Tuslaw Local School Dist. Bd. of Edn. v. CT Taylor Co., Inc.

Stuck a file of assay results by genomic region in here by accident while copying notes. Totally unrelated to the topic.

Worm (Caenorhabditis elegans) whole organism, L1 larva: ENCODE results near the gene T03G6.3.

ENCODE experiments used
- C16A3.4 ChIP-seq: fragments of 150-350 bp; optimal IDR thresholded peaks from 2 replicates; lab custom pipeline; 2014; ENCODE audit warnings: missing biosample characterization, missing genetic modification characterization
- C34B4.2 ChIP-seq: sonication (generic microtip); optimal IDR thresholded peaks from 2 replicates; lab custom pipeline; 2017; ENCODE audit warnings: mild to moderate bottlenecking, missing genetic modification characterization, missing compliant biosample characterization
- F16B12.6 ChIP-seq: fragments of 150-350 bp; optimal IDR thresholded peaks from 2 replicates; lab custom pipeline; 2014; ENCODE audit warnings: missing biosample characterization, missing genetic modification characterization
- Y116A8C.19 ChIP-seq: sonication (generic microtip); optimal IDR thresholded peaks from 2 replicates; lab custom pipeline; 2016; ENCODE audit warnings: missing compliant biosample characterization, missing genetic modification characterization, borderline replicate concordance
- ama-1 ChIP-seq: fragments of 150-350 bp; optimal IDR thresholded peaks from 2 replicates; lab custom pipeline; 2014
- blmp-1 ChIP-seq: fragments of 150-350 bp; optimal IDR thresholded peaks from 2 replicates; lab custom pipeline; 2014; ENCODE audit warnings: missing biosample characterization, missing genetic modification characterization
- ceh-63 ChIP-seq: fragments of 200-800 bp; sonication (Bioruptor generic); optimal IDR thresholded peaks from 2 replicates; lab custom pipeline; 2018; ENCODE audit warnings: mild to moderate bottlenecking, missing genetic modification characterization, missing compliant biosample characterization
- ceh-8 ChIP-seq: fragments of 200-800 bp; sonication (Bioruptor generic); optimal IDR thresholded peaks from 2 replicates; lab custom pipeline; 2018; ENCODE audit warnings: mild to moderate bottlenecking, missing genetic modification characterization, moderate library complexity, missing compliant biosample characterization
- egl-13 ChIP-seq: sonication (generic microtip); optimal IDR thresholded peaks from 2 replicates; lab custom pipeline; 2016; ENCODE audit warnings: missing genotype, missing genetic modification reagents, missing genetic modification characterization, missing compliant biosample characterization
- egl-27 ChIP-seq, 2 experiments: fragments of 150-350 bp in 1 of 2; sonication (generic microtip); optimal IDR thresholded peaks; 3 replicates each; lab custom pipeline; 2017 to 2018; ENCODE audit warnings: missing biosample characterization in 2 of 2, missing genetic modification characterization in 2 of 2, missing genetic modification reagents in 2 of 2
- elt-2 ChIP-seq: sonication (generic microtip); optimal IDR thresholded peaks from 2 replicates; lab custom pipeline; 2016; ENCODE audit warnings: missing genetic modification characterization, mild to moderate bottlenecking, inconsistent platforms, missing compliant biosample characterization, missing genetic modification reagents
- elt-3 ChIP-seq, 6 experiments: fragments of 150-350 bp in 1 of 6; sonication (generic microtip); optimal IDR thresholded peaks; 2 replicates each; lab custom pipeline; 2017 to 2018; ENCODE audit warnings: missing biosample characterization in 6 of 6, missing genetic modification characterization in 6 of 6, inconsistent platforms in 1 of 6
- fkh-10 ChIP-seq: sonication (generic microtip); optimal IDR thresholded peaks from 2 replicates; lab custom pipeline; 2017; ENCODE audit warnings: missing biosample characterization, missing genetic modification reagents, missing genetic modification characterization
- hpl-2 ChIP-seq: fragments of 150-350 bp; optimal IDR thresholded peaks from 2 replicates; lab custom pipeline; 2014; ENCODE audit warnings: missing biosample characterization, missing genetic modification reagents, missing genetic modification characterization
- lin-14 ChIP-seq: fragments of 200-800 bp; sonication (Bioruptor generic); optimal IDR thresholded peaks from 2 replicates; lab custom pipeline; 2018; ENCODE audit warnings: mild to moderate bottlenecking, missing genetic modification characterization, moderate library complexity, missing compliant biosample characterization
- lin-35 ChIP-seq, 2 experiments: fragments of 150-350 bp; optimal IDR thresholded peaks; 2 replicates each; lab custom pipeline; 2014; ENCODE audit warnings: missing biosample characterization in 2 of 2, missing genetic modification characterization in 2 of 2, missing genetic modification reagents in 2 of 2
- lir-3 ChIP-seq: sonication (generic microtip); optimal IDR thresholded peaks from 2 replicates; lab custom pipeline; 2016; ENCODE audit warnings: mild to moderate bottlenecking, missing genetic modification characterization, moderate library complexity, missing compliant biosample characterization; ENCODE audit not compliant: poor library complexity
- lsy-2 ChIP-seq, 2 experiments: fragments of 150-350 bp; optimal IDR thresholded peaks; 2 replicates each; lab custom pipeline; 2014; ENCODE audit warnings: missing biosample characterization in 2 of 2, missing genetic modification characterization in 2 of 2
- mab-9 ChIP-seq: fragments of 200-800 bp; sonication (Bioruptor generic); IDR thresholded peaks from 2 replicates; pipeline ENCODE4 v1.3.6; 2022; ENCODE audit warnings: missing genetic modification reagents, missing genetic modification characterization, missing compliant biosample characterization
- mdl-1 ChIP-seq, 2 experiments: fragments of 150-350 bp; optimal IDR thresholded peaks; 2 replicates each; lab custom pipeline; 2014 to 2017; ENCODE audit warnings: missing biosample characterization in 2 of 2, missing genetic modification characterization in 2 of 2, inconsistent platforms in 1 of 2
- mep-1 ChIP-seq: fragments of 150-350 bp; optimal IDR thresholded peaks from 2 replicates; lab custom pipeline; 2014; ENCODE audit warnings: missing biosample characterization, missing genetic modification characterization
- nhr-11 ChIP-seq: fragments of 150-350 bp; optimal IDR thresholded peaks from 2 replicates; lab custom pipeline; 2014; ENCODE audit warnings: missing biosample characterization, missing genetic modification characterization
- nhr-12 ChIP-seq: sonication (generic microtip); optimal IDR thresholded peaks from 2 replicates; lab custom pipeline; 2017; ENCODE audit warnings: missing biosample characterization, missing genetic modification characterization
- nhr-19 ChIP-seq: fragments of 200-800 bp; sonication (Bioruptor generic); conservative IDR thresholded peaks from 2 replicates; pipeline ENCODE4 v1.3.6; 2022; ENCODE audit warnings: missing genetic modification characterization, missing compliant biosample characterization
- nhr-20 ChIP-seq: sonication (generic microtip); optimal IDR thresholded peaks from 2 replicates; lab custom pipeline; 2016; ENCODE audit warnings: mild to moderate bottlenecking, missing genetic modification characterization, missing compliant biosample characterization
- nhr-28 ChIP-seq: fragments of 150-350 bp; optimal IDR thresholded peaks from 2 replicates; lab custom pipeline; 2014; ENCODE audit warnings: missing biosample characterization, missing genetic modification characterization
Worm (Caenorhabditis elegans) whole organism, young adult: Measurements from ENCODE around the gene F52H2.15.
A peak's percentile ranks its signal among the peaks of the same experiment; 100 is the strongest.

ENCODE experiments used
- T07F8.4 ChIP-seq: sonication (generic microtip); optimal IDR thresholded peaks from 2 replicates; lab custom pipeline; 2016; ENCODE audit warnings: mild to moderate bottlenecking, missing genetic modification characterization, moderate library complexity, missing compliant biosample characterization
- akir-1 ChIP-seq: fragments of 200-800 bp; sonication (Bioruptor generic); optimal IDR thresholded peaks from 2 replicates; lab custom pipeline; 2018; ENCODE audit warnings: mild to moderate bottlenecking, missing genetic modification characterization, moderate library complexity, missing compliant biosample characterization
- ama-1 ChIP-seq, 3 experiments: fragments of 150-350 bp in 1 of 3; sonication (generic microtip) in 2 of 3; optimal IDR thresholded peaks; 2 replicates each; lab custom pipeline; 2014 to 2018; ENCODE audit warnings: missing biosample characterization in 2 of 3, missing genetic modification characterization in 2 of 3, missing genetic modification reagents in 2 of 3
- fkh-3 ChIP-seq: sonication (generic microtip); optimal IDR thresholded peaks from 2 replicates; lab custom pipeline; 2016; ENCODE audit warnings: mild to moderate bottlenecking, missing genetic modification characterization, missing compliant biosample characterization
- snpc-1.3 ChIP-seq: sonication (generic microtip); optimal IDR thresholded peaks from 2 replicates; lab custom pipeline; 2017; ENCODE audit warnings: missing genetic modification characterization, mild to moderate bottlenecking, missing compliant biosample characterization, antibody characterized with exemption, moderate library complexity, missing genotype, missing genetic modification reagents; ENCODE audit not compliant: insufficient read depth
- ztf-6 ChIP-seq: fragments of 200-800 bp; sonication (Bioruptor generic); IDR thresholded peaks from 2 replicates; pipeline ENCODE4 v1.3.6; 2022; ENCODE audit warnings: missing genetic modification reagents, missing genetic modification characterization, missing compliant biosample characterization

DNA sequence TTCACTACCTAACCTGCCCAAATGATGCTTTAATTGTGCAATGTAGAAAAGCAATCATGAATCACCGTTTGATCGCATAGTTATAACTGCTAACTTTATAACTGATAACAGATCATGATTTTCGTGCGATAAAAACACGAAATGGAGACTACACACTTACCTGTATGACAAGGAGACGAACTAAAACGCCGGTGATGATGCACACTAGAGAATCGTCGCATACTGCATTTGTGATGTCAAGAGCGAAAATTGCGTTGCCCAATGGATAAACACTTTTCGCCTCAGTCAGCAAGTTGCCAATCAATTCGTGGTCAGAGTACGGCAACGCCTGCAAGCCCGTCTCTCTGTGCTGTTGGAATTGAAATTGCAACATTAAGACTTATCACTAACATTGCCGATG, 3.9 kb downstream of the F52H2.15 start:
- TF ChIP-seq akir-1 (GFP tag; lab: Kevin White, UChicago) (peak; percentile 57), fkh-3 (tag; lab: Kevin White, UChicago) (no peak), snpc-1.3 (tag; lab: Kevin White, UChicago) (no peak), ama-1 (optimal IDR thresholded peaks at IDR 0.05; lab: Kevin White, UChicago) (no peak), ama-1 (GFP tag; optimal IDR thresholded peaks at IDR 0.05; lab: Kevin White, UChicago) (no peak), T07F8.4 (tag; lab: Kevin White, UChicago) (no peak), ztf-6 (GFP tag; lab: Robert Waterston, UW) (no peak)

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[Cite as Tuslaw Local School Dist. Bd. of Edn. v. CT Taylor Co., Inc., 2019-Ohio-1731.] COURT OF APPEALS STARK COUNTY, OHIO FIFTH APPELLATE DISTRICT BOARD OF EDUCATION OF TUSLAW LOCAL SCHOOL DISTRICT Plaintiff-Appellant -vsCT TAYLOR COMPANY, INC, ET AL : : : : : : : : : JUDGES: Hon. W. Scott Gwin, P.J. Hon. John W. Wise, J. Hon. Patricia A. Delaney, J. Case No. 2018CA00099 OPINION Defendants-Appellees CHARACTER OF PROCEEDING: Civil appeal from the Stark County Court of Common Pleas, Case No. 2018CV00086 JUDGMENT: Affirmed DATE OF JUDGMENT ENTRY: May 6, 2019 APPEARANCES: For Plaintiff-Appellant CHRISTOPHER MCCLOSKEY 100 South Third Street Columbus, OH 43215-4291 For Defendant-Appellee – CT Taylor PATRICIA TROMBETTA 312 Walnut Street, Suite 2530 Cincinnati, OH 45202 For Defendant-Appellee Hartford Insurance ROYCE REMINGTON 200 Public Square, Suite 2800 Cleveland, OH 44114 For Defendant-Appellee MKC Architects THOMAS ROSENBERG 41 South High Street Huntington Center, 21st Floor Columbus, OH 43215 Stark County, Case No. 2018CA00099 2 Gwin, P.J. {¶1} Appellant appeals the June 26, 2018 judgment entry of the Stark County Court of Common Pleas granting appellees’ motions to dismiss. Facts & Procedural History {¶2} On January 16, 2018, appellant the Board of Education of the Tuslaw Local School District (“Board”) filed a complaint against appellees CT Taylor Company, Inc. (“CT Taylor”), Hartford Casualty Insurance Company (“Hartford”), and MKC Architects, Inc. (“MKC”). The Board alleges in its complaint that, as part of Ohio’s Expedited Local Partnership Program, the Tuslaw New High School (“the Project”) was constructed. The Board avers all construction and design of the Project was required to conform to the standards set forth in the Ohio School Design Manual (“OSDM”) published by the Ohio Facilities Construction Commission. The Board alleges the OSDM provides, “school building structures and exterior enclosures shall be designed and constructed of materials which will perform satisfactorily for 40 years with only minor maintenance and repairs, and for 100 years before major repairs or replacement of primary structural or exterior enclosure elements is required.” {¶3} The Board alleges it entered into a written agreement, identified as the “Design Contract,” with MKC to serve as the design professional for the Project and entered into a written agreement, identified as the “General Trades Contract,” with CT Taylor to serve as the general contractor for the Project. Further, the Board avers that Hartford is the surety for CT Taylor on the Project and issued a bid guarantee and a contract bond, identified as the “General Trades Bond.” The Board claims that various alleged deficiency issues such as condensation, moisture intrusion, heat loss, excess Stark County, Case No. 2018CA00099 3 humidity, premature deterioration, in areas of the roof and building envelope “of the Project exist, which on information and belief, arise from deficiencies with the design, construction, installation, and materials of the roof and building envelope” and will require major repairs, including removal and replacement of the existing roof. {¶4} Based upon the alleged deficiencies in the design and construction of the roof and building envelope, the Board asserts three causes of action in its complaint. The first cause of action (Count One) is a breach of contract claim against MKC. The Board alleges MKC had a duty to comply with the express written terms of the Design Contract, including the requirements of the ODSM and a duty to provide design professional services for the Project conforming to the standard of care set forth in the Design Contract. The Board avers MKC has failed to perform its obligations under the terms of the Design Contract and such failure is a material breach of the Design Contract. {¶5} The second count of action (Count Two) is a breach of contract claim against CT Taylor. The Board alleges CT Taylor breached the General Trades Contract by failing to properly install the roof system and building envelope in accordance with the General Trades Contract and that CT Taylor’s work does not meet the requirements of the OSDM. The Board avers the failure of CT Taylor to perform its work pursuant to the terms of the General Trades Contract is a material breach. The third count of action (Count Three) is a claim against the General Trades Surety Bond – Hartford. The Board alleges CT Taylor is in material breach and default of its obligations under the General Trades Contract and Hartford is liable to the Board to the same extent as CT Taylor. {¶6} Attached to the complaint is a copy of one page of the ODSM; a copy of the Design Contract dated July 15, 2002; five pages of the General Trades Contract dated Stark County, Case No. 2018CA00099 4 September 5, 2003; a copy of the Consent of Surety to Final Payment issued on November 4, 2005; a copy of the Contractor’s Payment of Debts and Claims dated December 5, 2005 stating all payments had been made on the project, all obligations had been satisfied, and all work, labor, and services had been performed on the project; and a copy of the Contractor’s Affidavit of Release of Liens dated December 5, 2005. {¶7} On February 20, 2018, MKC filed a motion to dismiss the complaint. The Board filed its memorandum contra on March 2, 2018. On March 22, 2018, CT Taylor and Hartford filed motions to dismiss the complaint. The Board filed memoranda in opposition on April 9, 2018. The parties filed replies and sur-replies to the motions to dismiss. {¶8} The trial court issued a judgment entry on June 26, 2018 granting the motions to dismiss. The trial court cited this Court’s case of State by and through Wray v. Karl R. Rohrer Associates, Inc., 5th Dist. Tuscarawas No. 2017AP030008, 2018-Ohio65 and our holding that Ohio’s construction statute of repose bars the Board’s breach of contract claims. The trial court found the Project in this case was completed no later than 2005, but the complaint was filed in January of 2018, more than ten years later. The trial court further found the statute of repose allows bringing an action against those involved in the construction industry to be extended by two years should issues be discovered within the last two years of the statute of repose, but noted the complaint in this case does not state a date of discovery. The trial court stated even if the two-year extension applies, the Board’s claims expired in 2017 under the statute of repose. {¶9} Appellant appeals the June 26, 2018 judgment entry of the Stark County Court of Common Pleas and assigns the following as error: Stark County, Case No. 2018CA00099 5 {¶10} “I. THE TRIAL COURT ERRED IN GRANTING THE MOTION TO DISMISS OF MKC ARCHITECTS, INC.; CT TAYLOR, INC.; AND HARTFORD CASUALTY INSURANCE COMPANY BECAUSE IT ERRONEOUSLY HELD THAT R.C. 2305.131(A) APPLIES TO TORT AND BREACH-OF-CONTRACT CLAIMS. {¶11} “II. THE TRIAL COURT ERRED IN GRANTING THE MOTIONS TO DISMISS OF MKC ARCHITECTS, INC; CT TAYLOR, INC; AND HARTFORD CASUALTY INSURANCE COMPANY BECAUSE IT ERRONEOUSLY HELD THAT THE BOARD’S BREACH-OF-CONTRACT CLAIMS DID NOT ACCRUE WITHIN THE 10YEAR STATUTE OF REPOSE PROVIDED BY R.C. 2305.131. {¶12} “III. THE TRIAL COURT ERRED IN GRANTING THE MOTIONS TO DISMISS OF MKC ARCHITECTS, INC.; CT TAYLOR, INC.; AND HARTFORD CASUALTY INSURANCE COMPANY BECAUSE IT ERRONEOUSLY HELD THAT THE BOARD’S BREACH-OF-CONTRACT CLAIMS DO NOT FALL WITHIN THE EXPRESSWARRANTY EXCEPTION FOUND IN R.C. 2305.131(D). {¶13} “IV. THE TRIAL COURT ERRED IN GRANTING HARTFORD CASUALTY INSURANCE COMPANY’S MOTION TO DISMISS BECAUSE IT ERRONEOUSLY HELD THAT THE BOARD DID NOT HAVE AN INDEPENDENT RATHER THAN SOLELY DERIVATIVE CLAIM AGAINST THE CONTRACTOR’S SURETY.” Standard of Review {¶14} We review a trial court order granting a motion to dismiss pursuant to Civil Rule 12(B)(6) de novo. Greeley v. Miami Valley Maintenance Contractors, Inc., 49 Ohio St.3d 228, 551 N.E.2d 981 (1990). A motion to dismiss for failure to state a claim upon which relief can be granted tests the sufficiency of the complaint. State ex rel. Hanson v. Stark County, Case No. 2018CA00099 6 Guernsey County Bd. of Commrs., 65 Ohio St.3d 545, 605 N.E.2d 378 (1989). Under a de novo analysis, we must accept all factual allegations of the complaint as true and all reasonable inferences must be drawn in favor the nonmoving party. Byrd v. Faber, 57 Ohio St.3d 56, 565 N.E.2d 584 (1991). In order for a court to grant a motion to dismiss for failure to state a claim, it must appear “beyond a doubt that the plaintiff can prove no set of facts in support of his claim which would entitle him to relief.” O’Brien v. Univ. Community Tenants Union, Inc., 42 Ohio St.2d 242, 327 N.E.2d 753 (1975). I. & II. {¶15} In its first and second assignments of error, the Board argues the trial court erred in granting appellees’ motions to dismiss based upon this Court’s prior decision in State by and through Wray v. Karl R. Rohrer Associates, Inc., 5th Dist. Tuscarawas No. 2017AP030008, 2018-Ohio-65. The Board contends Rohrer should be overruled as wrongly decided and this Court should hold that only tort claims are subject to R.C. 2305.131 statute of repose provisions. {¶16} R.C. 2305.131(A)(1) provides, Notwithstanding an otherwise applicable period of limitations specified in this chapter or in Section 2125.02 of the Revised Code and except as otherwise provided in divisions (A)(2), (A)(3), (C), and (D) of this section, no cause of action to recover damages for bodily injury, an injury to real or personal property, or wrongful death that arises out of a defective and unsafe condition of an improvement to real property and no cause of action for contribution or indemnity for damages sustained as a result of bodily injury, an injury to real or personal property, or wrongful death that Stark County, Case No. 2018CA00099 7 arises out of a defective and unsafe condition of an improvement to real property shall accrue against a person who performed services for the improvement to real property or a person who furnished the design, planning, supervision of construction, or construction of the improvement to real property later than ten years from the date of substantial completion of such improvement. {¶17} In Rohrer, the appellee signed an agreement with the Ohio Department of Administrative Services to provide design services related to structural engineering and related supervision for the construction of an Ohio Department of Transportation garage. Id. The appellants filed a complaint for negligence and breach of contract when there were issues with the brick and windows in the building. Id. The appellee argued the complaint was barred by Ohio’s statute of repose, R.C. 2305.131. Id. We held that R.C. 2305.131 applies to breach of contract claims. Id. {¶18} We find the facts in this case analogous to the facts in Rohrer. The instant action is an action for damages to property caused by allegedly defective design and/or construction of an improvement to real property. Pursuant to the complaint, the Project in this case was completed no later than December 5, 2005. However, the instant action was filed in January of 2018, more than ten years after substantial completion of the project. Thus, R.C. 2305.131(A)(1) applies to bar the Board’s complaint. We decline to overrule or re-visit our decision in Rohrer. {¶19} We again emphasize that the rationale for our decision in this case and in Rohrer is based upon the plain language of R.C. 2305.131 and the uncodified law demonstrating the General Assembly’s intent in reenacting R.C. 2305.131. In R.C. Stark County, Case No. 2018CA00099 8 2305.131(F), the statute itself sets forth the legislature’s intention that it apply to any civil action in which it is relevant, regardless of any prior rule of law. Further, the legislature clearly set forth its purposes for reenactment of the statute of repose following the Ohio Supreme Court’s declaration that the prior version was unconstitutional. In Section 3 of 2004 Am. Sub. S.B. No. 80, the General Assembly specifically states as follows: (B) In enacting section 2305.131 of the Revised Code in this act, it is the intent of the General Assembly to do all of the following: (1) To declare that the ten-year statute of repose prescribed by section 2305.131 of the Revised Code, as enacted by this act, is a specific provision intended to promote a greater interest than the interest underlying the general four-year statute of limitations prescribed by section 2305.09 of the Revised Code, the general two-year statute of limitations prescribed by section 2305.10 of the Revised Code, and other general statutes of limitation prescribed by the Revised Code; (2) To recognize that, subsequent to the completion of the construction of an improvement to real property, all of the following generally apply to the persons who provided services for the improvement or who furnished the design, planning, supervision of construction, or construction of the improvement: (a) They lack control over the improvement, the ability to make determinations with respect to the improvement, and the opportunity or responsibility to maintain or undertake the maintenance of the improvement. Stark County, Case No. 2018CA00099 (b) They lack control over other forces, uses, and intervening causes that may cause stress, strain, or wear and tear to the improvement. (c) They have no right or opportunity to be made aware of, to evaluate the effect of, or to take action to overcome the effect of the forces, uses, and intervening causes * * * (3) To recognize that, more than ten years after the completion of the construction of an improvement to real property, the availability of relevant evidence pertaining to the improvement and the availability of witnesses knowledgeable with respect to the improvement is problematic; (4) To recognize that maintaining records and other documentation pertaining to services provided for an improvement to real property or the design, planning, supervision of construction, or construction of an improvement to real property for a reasonable period of time is appropriate and to recognize that, because the useful life of an improvement to real property may be substantially longer than ten years after the completion of the construction of the improvement, it is an unacceptable burden to require the maintenance of those types of records and other documentation for a period in excess of ten years after that completion; (5) To declare that section 2305.131 of the Revised Code, as enacted by this act, strikes a rational balance between the rights of prospective claimants and the rights of design professionals, construction contractors, and construction subcontractors and to declare that the tenyear statute of repose prescribed in that section is a rational period of 9 Stark County, Case No. 2018CA00099 10 repose intended to preclude the pitfalls of stale litigation but not to affect civil actions against those in actual control and possession of an improvement to real property at the time that a defective and unsafe condition of that improvement causes an injury to real or personal property, bodily injury, or wrongful death. {¶20} As we noted in Rohrer, concerns underlying the reenactment of the statute such as lack of control of the improvement, intervening causes, availability of evidence, and availability of witnesses, apply to an action whether the action sounds in tort or contract. 5th Dist. Tuscarawas No. 2017AP030008, 2018-Ohio-65. {¶21} The Board further argues stare decisis requires this Court to follow the Kocisko v. Charles Shutrump & Sons Co., 21 Ohio St.3d 98, 488 N.E.2d 171 (1986) case issued by the Ohio Supreme Court. In Kocisko, the Supreme Court held that a prior version of R.C. 2305.131 applies only to actions which sounded in tort. However, as we stated in Rohrer, “the current statute is clearly not a statute of limitations as the Kocisko court characterized the prior version of R.C. 2305.131. Rather than limiting the time in which the action may be brought, the current statute prevents the cause of action from accruing after ten years has passed * * * we find Kocisko is not binding authority on this Court for interpreting the current version of the statute.” 5th Dist. Tuscarawas No. 2017AP030008, 2018-Ohio-65. Accordingly, following our rationale in Rohrer, we find we are not bound by the Kocisko case. {¶22} Also in its second assignment of error, the Board contends Rohrer fails to accord the word “accrues” its proper meaning. Specifically, that R.C. 2305.131 only requires a claim to “accrue” within ten years of substantial completion and a claim is still Stark County, Case No. 2018CA00099 11 subject to the breach of contract fifteen (15) year statute of limitations as to when the action must be commenced after it accrues and the Board had fifteen years from the substantial completion date of December 5, 2005 to bring its claims. In this argument, the Board alleges R.C. 2305.131 is not a true statute of repose, in that while it bars a cause of action from accruing more than ten years after substantial completion, it does not bar a plaintiff from commencing a claim more than ten years after substantial completion. {¶23} However, in Rohrer, this Court did address the “accrual” language contained in R.C. 2305.131 and found that R.C. 2305.131 is not a statute of limitations, but is a true statute of repose that is a declaration of when a cause of action no longer exists. Id. We stated, “R.C. 2305.131 prevents the cause of action from accruing” and “extinguishes all claims ten years after completion of the project, irrespective of whether the plaintiff has filed a complaint in a timely manner.” Id. {¶24} Additionally, we find the Board’s interpretation contradicts the plain language of R.C. 2305.131(A)(2). R.C. 2305.131(A)(2) states as follows: Notwithstanding an otherwise applicable period of limitations specified in this chapter or in section 2125.02 of the Revised Code, a claimant who discovers a defective and unsafe condition of an improvement to real property during the ten-year period specified in division (A)(1) of this section but less than two years prior to the expiration of that period may commence a civil action to recover damages as described in that division within two years from the date of the discovery of that defective and unsafe condition. Stark County, Case No. 2018CA00099 12 {¶25} Thus, the statute allows the time for bringing an action against those involved in the construction industry to be extended by two years should issues be discovered within the last two years of the statute of repose. R.C. 2305.131(A)(2) would be unnecessary if the statute were to be applied as the Board suggests, as (A)(2) would have no effect on any claimant because once a claimant’s cause of action accrued, the statute of repose would no longer apply and the statute of limitations would apply. We must assume that the legislature does not use words unnecessarily, especially not entire statutory provisions, and avoid construing a statute in a manner that would render some portion of the provision “meaningless or inoperative.” State v. Moore, 154 Ohio St.3d 94, 2018-Ohio-3237, 111 N.E.3d 1146, citing State ex rel. Myers v. Spencer Twp. Rural School Dist. Bd. of Edn., 95 Ohio St. 367, 116 N.E. 516 (1917). {¶26} Based on the foregoing, we find R.C. 2305.131(A)(1) applies to bar the Board’s complaint. The Board’s first and second assignments of error are overruled. III. {¶27} In its third assignment of error, the Board argues the trial court erred in granting the motions to dismiss because it erroneously held the Board’s breach of contract claims do not fall within the express warranty exception. The Board contends that even if R.C. 2305.131 is applicable to breach of contract claims, MKC and CT Taylor breached an express warranty to the Board, allowing the Board to bring its claims within the length of the warranty pursuant to R.C. 2305.131(D). The Board alleges the ODSM creates a forty (40) year warranty that has not yet expired and it is thus permitted to bring claims within that forty year period. {¶28} R.C. 2305.131(D) provides: Stark County, Case No. 2018CA00099 13 Division (A)(1) of this section does not prohibit the commencement of a civil action for damages against a person who has expressly warranted or guaranteed an improvement to real property for a period longer than the period described in division (A)(1) of this section and whose warranty or guarantee has not expired as of the time of the alleged bodily injury, injury to real or personal property, or wrongful death in accordance with the terms of that warranty or guarantee. {¶29} Upon review of the complaint, we find the Board did not allege breach of warranty claims against appellees. In its complaint, the Board alleges three causes of action: breach of contract against MKC, breach of contract against CT Taylor, and a claim against the surety bond issued by Hartford. In each count, the Board alleges MKC and/or CT Taylor had a duty to comply with their respective contracts and the failure to perform under the contracts constitutes a material breach. The Board did not include breach of express warranty claims or allege that (1) a warranty existed; (2) the product failed to perform as warranted; (3) plaintiff provided the defendant with reasonable notice of the defect; and (4) plaintiff suffered injury as a result of the defect. See Hubbard v. AASE Sales, LLC, 5th Dist. Delaware No. 17CAE070051, 2018-Ohio-2363. {¶30} Additionally, we find that the Board did not make the warranty argument as to CT Taylor or Hartford before the trial court, as the Board’s memoranda in opposition to CT Taylor and Hartford’s motions to dismiss did not contain an argument that its claims against CT Taylor and Hartford were breach of express warranty claims that were allowed to be brought for forty years pursuant to R.C. 2305.131(D). Because the Board did not present this argument to the trial court, it has waived this argument for purposes of appeal Stark County, Case No. 2018CA00099 14 as to CT Taylor and Hartford. Large v. Lilley, 5th Dist. Delaware No. 17 CAE 06 0043, 2018-Ohio-1017; Huntsman v. State, 5th Dist. Stark No. 2016CA00205, 2017-Ohio-2622. {¶31} Accordingly, the Board’s third assignment of error is overruled. IV. {¶32} In its fourth assignment of error, the Board contends the trial court erred in granting Hartford’s motion to dismiss. The Board argues Hartford is liable on the bond irrespective of whether its principle has a legal defense to the claim and the bond is an independent obligation owed to the Board. We disagree. {¶33} In general, a surety’s liability “is dependent upon, and can be no greater than, that of the principal.” State v. Herbert, 49 Ohio St.2d 88, 358 N.E.2d 88 (1976). In this respect, it has been held that “a surety can assert the defenses of its principal,” and thus whatever “amounts to a good defense to the original liability of the principal, is a good defense for the sureties when sued upon the collateral undertaking.” Holben v. Interstate Freight Sys., 31 Ohio St.3d 152, 509 N.E.2d 938 (1987). The surety’s liability is derived from that of the principal and the surety may plead defenses available to the principal. Cain v. Panitch, 10th Dist. Franklin No. 16AP-758, 2018-Ohio-1595. In this case, Hartford is entitled to assert, on its own behalf, any non-personal defense available to its principal, CT Taylor. The complaint alleges, “CT Taylor is in material breach and default of its obligations under the General Trades Contract and Hartford is liable to the Board to the same extent as CT Taylor.” Thus, since the Board’s claim against CT Taylor is barred by the statute of repose, the claim against Hartford must also fail. Id. The Board’s fourth assignment of error is overruled. {¶34} Based on the foregoing, the Board’s assignments of error are overruled. Stark County, Case No. 2018CA00099 15 {¶35} The June 26, 2018 judgment entry of the Stark County Court of Common Pleas granting appellees’ motions to dismiss is affirmed. By Gwin, P.J., Wise, John, J., and Delaney, J., concur